JULY 10-Best player you never heard of

1936 | PITTSBURGH, PENNSYLVANIA – Ever heard of Chuck Klein? If you’re not a rabid baseball fan, chances are, no. He hit four home runs on this date in 1936 and it was no fluke. His home runs in the first, fifth, seventh and tenth innings helped his Philadelphia Phillies beat the Pittsburgh Pirates 9-6. Klein became, at the time, the fourth player in major league history to hit four home runs in a game.

As of this writing 17 players have hit four homers in a game, three did it in extra innings. No one has ever hit five home runs in a game. Klein almost had a fifth home run in the second inning of July 10, 1936 when he sent Pirates outfielder Paul Waner to the wall in right to haul in a long fly ball.

It’s odd that Chuck Klein is not among the legendary names that roll off the tongue when talking great hitter, but he had one of the best offensive years in baseball history in 1930:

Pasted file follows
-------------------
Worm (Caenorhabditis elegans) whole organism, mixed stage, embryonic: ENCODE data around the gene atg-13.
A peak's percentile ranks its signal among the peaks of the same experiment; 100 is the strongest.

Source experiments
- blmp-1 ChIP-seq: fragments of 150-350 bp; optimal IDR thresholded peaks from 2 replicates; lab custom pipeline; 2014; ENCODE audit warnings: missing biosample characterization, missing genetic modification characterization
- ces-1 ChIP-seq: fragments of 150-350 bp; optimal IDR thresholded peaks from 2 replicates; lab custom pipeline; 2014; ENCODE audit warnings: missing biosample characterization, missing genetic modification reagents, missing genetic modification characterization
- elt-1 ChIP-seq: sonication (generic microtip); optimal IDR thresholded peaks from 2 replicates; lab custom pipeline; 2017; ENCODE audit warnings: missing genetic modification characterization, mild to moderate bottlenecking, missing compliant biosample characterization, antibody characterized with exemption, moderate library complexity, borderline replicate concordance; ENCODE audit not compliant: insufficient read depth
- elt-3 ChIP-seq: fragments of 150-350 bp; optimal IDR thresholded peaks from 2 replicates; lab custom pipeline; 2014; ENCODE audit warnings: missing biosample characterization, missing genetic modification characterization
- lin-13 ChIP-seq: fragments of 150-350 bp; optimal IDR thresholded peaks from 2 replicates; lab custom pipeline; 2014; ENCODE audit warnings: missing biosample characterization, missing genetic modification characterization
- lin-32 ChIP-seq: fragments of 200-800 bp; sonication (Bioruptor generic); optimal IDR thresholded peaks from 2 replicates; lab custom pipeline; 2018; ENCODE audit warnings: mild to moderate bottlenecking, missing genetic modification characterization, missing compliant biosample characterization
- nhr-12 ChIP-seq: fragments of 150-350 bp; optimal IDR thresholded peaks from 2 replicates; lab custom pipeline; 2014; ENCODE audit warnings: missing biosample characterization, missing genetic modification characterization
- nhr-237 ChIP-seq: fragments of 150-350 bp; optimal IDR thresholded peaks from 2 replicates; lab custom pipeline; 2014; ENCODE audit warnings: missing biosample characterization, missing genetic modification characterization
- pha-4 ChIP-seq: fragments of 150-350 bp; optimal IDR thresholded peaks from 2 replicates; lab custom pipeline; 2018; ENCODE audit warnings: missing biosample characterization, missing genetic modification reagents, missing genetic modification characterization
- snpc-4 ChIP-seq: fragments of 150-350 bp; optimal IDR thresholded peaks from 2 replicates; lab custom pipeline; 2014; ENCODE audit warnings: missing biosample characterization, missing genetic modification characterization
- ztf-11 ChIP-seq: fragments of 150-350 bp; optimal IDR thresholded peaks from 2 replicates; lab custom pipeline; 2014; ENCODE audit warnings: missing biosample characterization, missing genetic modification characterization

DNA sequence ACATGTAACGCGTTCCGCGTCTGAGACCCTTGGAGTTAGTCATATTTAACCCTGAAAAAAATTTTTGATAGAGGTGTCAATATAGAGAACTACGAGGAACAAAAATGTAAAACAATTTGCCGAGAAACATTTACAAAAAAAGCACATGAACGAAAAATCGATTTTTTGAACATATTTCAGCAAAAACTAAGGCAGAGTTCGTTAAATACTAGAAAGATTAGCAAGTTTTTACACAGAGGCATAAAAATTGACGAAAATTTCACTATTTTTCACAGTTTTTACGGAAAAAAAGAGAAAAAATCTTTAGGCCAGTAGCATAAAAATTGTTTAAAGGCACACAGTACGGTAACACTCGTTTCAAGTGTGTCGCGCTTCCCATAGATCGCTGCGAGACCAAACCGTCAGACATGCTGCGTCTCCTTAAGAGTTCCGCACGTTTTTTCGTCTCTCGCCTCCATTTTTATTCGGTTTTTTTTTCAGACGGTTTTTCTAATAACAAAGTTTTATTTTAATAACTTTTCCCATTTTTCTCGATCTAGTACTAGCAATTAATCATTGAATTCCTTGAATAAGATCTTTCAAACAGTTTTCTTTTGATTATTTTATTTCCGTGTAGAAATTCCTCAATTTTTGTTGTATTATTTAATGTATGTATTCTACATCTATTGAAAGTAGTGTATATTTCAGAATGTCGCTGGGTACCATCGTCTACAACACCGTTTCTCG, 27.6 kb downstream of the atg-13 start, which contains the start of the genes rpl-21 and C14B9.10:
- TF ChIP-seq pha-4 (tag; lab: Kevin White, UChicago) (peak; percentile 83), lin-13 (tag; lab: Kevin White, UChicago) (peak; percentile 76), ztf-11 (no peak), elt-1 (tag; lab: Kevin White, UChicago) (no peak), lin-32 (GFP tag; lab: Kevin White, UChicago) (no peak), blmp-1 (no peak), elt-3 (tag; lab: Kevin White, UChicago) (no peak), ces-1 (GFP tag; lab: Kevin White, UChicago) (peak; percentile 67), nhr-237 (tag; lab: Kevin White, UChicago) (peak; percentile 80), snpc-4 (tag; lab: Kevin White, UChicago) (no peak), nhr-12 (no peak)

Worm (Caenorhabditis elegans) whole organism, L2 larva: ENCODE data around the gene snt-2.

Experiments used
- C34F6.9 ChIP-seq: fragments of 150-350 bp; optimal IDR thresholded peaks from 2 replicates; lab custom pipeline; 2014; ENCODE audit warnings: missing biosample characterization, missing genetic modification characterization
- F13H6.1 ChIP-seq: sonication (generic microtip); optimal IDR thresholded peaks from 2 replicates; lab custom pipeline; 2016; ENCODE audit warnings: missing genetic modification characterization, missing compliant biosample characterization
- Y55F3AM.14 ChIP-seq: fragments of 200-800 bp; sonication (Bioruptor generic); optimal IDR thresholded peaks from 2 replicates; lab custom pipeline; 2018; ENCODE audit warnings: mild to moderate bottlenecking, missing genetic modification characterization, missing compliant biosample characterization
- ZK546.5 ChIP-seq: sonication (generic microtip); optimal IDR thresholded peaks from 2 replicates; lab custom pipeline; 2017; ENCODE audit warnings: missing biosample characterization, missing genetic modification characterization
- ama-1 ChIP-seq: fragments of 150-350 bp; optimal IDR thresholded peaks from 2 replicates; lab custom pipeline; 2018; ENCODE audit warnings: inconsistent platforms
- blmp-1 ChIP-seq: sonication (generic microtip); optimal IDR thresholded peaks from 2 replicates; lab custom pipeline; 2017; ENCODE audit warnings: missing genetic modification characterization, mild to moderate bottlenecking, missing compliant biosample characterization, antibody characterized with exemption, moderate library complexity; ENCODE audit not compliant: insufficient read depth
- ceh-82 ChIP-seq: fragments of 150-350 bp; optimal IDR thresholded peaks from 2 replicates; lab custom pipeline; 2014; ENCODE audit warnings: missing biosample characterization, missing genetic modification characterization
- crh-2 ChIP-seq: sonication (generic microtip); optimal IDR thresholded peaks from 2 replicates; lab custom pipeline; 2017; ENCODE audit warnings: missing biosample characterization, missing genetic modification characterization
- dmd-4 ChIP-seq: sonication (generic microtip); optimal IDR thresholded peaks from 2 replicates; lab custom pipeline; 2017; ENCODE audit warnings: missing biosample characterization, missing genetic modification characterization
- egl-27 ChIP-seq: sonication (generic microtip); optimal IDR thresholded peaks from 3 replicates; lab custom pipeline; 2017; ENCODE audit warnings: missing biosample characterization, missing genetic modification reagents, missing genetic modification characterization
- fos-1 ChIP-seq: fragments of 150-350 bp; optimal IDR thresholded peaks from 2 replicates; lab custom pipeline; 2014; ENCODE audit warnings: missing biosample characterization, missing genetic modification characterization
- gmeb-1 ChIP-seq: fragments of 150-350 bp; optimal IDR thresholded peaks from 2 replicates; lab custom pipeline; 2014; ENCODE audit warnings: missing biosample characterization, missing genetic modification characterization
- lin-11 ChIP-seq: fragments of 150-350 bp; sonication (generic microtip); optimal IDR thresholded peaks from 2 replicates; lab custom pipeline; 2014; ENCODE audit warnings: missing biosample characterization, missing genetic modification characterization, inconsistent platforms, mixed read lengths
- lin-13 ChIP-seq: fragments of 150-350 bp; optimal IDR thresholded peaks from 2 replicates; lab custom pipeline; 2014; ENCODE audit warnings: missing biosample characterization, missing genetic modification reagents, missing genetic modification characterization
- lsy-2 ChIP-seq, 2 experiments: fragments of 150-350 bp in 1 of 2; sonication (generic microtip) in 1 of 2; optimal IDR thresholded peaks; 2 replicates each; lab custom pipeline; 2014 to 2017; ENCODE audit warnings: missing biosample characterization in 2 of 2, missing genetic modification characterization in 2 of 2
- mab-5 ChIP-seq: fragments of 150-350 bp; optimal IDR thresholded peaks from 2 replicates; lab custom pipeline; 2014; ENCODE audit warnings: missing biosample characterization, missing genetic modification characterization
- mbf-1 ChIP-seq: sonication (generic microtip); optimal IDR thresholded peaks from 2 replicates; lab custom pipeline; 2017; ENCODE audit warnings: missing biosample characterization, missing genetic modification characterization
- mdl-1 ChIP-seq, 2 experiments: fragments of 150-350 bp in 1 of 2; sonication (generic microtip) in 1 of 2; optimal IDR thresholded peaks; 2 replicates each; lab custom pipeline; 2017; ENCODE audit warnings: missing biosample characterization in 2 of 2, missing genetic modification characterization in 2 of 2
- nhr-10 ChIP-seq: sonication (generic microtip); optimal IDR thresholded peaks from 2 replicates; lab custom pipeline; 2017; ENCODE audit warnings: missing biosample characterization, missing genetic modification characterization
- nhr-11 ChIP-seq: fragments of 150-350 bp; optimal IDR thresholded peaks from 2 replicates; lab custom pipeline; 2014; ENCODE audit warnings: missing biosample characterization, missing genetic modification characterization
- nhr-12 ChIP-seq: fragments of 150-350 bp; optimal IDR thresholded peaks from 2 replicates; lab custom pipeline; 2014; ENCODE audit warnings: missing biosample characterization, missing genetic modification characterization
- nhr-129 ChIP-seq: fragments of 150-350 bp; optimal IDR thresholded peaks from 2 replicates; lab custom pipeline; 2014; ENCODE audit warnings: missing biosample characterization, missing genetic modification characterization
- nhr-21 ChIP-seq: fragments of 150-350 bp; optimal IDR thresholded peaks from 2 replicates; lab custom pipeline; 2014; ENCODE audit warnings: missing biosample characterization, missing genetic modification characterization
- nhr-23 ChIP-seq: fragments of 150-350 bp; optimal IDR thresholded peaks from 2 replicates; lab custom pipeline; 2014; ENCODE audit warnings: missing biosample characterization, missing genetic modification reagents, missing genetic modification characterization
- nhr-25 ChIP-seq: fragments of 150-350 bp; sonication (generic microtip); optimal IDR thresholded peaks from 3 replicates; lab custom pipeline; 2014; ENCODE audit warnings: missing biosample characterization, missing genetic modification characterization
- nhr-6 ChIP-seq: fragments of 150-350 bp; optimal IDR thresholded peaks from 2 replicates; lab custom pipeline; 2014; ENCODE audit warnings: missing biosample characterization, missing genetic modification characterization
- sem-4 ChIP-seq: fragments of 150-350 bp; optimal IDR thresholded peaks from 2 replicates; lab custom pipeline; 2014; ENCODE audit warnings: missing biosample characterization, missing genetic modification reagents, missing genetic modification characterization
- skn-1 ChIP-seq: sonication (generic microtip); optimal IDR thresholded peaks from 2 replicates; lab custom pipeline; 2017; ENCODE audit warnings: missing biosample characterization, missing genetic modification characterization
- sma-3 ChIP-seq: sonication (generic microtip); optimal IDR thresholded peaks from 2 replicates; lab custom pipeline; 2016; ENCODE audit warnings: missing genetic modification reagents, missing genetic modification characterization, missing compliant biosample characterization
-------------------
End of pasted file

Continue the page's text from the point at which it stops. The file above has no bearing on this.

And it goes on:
Batting average       .370
Home runs                  40
Runs batted in          170
Runs scored               158

Look at the runs scored and RBI. Klein accounted for a phenomenal 288 runs for the Phillies that year (RBI + runs scored – HRs). It’s difficult to rate the most productive offensive players in a team sport like baseball because someone has to be on base for you to drive them in, and you obviously can’t drive yourself in if you’re on base. However, baseball statistician Bill James came up with a Runs Created (RC) formula. According to James’ RC formula, Klein’s 1930 numbers make it the 11th best Runs Created season ever.

The other ten were accomplished by names fans are more familiar with; Babe Ruth, Lou Gehrig, Barry Bonds, Jimmy Foxx and Rogers Hornsby, some more than once. Think of all the other great hitters in baseball history; Willie Mays, Ted Williams, Stan Musial, etc.; none of whom had Runs Created years better than Chuck Klein.

Home run records
Individual player records
The Bill James Historical Baseball Abstract, Runs Created
The Uniontown Morning Herald , Uniontown, Pennsylvania , July 11, 1936